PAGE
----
Solving the Data Scientists shortage one course at the time

One important part of the discussion on Big Data is focused on the role of data scientists; the people we need to gain insights from big data by providing us with actionable information derived from all kinds of data. Some call it the sexiest job in the next ten years and the well-known report by McKinsey estimates a shortage of 200,000 skilled data managers in the U.S. by 2016. However solutions for this problem are popping up everywhere.

The first piece of evidence comes from Kaggle, a platform where companies and organizations award prizes for the best solutions to their predictive-modeling needs. I wrote about this platform a while back and Kaggle is signing up new companies and users everyday. A sign that data scientists might not have to be a in-company must if we can tap into a community that has the knowledge and power to come up with results when needed.

Another exciting new practice within the data scientist field comes from online education tools like Coursera, an educational technology company founded by computer science professors AndrewNg and Daphne Koller from Stanford University. Coursera partners with various universities and makes a few of their courses available online free for a large audience. As of August 16, 2012 more than 1,080,000 students from 196 countries have enrolled in at least one course. Regarding the need for data scientists: Coursera offers 14 courses related to statistics and data analysis. Free and open education in new fields of expertise is great and free access to the best teachers around doesn’t hurt either. Here is Stanford professor and Coursera co-founder Andrew Ng introducing his machine-learning class:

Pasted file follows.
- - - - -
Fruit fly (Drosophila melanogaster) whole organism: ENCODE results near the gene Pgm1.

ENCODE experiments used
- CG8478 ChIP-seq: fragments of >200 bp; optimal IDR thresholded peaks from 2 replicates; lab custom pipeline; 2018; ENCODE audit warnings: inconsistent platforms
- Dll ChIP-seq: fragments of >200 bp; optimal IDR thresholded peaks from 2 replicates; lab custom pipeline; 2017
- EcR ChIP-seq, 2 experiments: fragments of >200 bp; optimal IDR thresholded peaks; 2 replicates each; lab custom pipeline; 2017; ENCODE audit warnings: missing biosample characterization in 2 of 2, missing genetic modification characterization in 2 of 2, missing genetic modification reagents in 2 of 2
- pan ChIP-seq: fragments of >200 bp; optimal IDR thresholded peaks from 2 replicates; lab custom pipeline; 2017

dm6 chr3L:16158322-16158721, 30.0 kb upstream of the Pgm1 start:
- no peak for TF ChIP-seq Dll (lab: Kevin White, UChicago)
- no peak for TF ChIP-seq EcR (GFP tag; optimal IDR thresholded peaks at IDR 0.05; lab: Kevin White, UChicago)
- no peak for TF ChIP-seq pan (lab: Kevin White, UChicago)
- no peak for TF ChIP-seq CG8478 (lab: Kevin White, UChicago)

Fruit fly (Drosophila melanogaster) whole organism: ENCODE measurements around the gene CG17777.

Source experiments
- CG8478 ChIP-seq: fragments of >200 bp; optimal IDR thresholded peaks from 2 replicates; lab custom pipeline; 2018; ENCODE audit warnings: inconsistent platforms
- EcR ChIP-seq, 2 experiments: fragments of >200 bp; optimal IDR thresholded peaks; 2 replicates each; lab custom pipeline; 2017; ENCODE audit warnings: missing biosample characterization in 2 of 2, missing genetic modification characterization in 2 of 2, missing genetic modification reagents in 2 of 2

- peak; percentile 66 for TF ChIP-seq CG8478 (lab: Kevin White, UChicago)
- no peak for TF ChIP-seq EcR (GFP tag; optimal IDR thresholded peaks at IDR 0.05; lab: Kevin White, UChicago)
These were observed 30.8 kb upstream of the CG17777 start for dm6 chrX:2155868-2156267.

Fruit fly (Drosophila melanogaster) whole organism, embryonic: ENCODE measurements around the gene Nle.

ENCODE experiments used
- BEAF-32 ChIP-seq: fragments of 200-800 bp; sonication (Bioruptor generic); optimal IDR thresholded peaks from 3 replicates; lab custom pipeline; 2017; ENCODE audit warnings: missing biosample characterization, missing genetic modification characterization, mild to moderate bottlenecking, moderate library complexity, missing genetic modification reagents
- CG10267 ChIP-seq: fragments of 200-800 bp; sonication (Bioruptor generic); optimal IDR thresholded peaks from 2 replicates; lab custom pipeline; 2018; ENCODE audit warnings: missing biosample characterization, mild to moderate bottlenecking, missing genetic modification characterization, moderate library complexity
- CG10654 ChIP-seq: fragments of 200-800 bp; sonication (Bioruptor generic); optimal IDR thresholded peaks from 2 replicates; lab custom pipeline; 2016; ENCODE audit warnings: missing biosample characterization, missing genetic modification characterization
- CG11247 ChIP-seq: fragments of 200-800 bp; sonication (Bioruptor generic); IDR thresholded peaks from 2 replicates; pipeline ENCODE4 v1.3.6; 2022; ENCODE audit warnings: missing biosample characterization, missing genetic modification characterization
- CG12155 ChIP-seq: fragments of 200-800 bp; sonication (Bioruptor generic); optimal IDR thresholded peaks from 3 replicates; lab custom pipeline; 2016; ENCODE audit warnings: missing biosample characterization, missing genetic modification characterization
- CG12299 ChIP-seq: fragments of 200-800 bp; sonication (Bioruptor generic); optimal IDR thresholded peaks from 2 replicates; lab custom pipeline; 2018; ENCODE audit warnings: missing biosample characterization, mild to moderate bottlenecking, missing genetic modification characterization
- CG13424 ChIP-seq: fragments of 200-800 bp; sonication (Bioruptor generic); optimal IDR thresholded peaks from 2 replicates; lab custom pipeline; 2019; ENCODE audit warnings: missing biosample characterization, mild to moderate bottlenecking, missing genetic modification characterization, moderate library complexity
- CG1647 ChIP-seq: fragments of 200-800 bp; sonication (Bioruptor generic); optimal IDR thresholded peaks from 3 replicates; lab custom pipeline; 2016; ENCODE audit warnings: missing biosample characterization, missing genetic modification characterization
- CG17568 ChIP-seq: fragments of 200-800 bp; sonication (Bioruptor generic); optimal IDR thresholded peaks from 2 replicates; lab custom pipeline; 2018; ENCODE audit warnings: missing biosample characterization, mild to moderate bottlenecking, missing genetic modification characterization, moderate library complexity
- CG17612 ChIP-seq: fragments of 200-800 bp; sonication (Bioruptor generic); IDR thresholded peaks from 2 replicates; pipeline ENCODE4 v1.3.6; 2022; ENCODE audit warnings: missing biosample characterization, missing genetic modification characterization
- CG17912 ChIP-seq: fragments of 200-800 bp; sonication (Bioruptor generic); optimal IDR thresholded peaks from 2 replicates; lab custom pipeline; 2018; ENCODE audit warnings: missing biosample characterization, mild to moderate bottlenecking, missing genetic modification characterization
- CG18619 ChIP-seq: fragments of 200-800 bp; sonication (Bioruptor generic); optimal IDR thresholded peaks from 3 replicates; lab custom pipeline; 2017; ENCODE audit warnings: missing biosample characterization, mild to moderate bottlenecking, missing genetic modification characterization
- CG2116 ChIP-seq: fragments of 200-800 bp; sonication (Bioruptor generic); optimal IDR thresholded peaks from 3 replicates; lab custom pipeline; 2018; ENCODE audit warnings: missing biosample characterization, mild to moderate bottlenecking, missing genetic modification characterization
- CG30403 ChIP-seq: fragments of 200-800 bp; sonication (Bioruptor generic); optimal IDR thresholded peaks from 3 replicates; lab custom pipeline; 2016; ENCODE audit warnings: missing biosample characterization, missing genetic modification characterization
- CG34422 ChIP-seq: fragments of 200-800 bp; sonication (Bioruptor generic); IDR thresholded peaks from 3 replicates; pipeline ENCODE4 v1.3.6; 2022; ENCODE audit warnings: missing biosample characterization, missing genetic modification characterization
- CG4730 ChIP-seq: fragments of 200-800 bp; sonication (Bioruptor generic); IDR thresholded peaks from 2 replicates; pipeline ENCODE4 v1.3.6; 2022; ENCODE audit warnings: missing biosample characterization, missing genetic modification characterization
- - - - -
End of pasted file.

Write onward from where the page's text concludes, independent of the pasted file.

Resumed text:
And it’s not just a good initiative, it is showing results in the data scientist field already. Several novice programmers who signed up for a free machine-learning class on Coursera have gone on recently to win predictive-modeling competitions. GigaOM reports on a guy that took a handful of free online classes last year on Coursera and recently scored his first victory in a Kaggle competition hosted by the Hewlett Foundation where he came up with a model for accurately grading short-answer questions on exams. The second- and third-place finishers in the Heritage Foundation competition also learned machine learning on Coursera.

Naturally Coursera (and similar online education tools) and Kaggle are not the primary solution for a shortage of data scientists, however they are signs of a larger movement towards dealing with big data practices in new ways. By educating more people and crowdsourcing solutions in community’s of experts, companies are offered more options in how to handle big data. And just like free access to the best teachers around doesn’t hurt, acces to more solutions doesn’t hurt either.

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